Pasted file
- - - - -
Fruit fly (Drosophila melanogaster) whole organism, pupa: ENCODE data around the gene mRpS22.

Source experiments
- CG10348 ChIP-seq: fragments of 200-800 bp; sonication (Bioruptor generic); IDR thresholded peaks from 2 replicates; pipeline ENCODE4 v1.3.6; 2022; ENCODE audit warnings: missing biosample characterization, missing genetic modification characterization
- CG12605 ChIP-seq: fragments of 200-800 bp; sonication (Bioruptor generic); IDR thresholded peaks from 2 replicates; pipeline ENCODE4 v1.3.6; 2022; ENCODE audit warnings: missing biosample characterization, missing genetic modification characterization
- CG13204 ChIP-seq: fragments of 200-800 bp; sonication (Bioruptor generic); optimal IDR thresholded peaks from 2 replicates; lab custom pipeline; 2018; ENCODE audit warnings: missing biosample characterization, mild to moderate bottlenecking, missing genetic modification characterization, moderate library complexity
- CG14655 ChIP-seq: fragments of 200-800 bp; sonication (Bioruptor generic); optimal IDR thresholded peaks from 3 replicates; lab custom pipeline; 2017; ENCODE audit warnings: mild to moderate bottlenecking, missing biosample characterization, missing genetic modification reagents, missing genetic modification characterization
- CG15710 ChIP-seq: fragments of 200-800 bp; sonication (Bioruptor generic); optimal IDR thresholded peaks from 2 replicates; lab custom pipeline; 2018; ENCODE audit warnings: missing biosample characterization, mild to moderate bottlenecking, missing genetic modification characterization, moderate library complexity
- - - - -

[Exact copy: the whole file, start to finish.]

Fruit fly (Drosophila melanogaster) whole organism, pupa: ENCODE data around the gene mRpS22.

Source experiments
- CG10348 ChIP-seq: fragments of 200-800 bp; sonication (Bioruptor generic); IDR thresholded peaks from 2 replicates; pipeline ENCODE4 v1.3.6; 2022; ENCODE audit warnings: missing biosample characterization, missing genetic modification characterization
- CG12605 ChIP-seq: fragments of 200-800 bp; sonication (Bioruptor generic); IDR thresholded peaks from 2 replicates; pipeline ENCODE4 v1.3.6; 2022; ENCODE audit warnings: missing biosample characterization, missing genetic modification characterization
- CG13204 ChIP-seq: fragments of 200-800 bp; sonication (Bioruptor generic); optimal IDR thresholded peaks from 2 replicates; lab custom pipeline; 2018; ENCODE audit warnings: missing biosample characterization, mild to moderate bottlenecking, missing genetic modification characterization, moderate library complexity
- CG14655 ChIP-seq: fragments of 200-800 bp; sonication (Bioruptor generic); optimal IDR thresholded peaks from 3 replicates; lab custom pipeline; 2017; ENCODE audit warnings: mild to moderate bottlenecking, missing biosample characterization, missing genetic modification reagents, missing genetic modification characterization
- CG15710 ChIP-seq: fragments of 200-800 bp; sonication (Bioruptor generic); optimal IDR thresholded peaks from 2 replicates; lab custom pipeline; 2018; ENCODE audit warnings: missing biosample characterization, mild to moderate bottlenecking, missing genetic modification characterization, moderate library complexity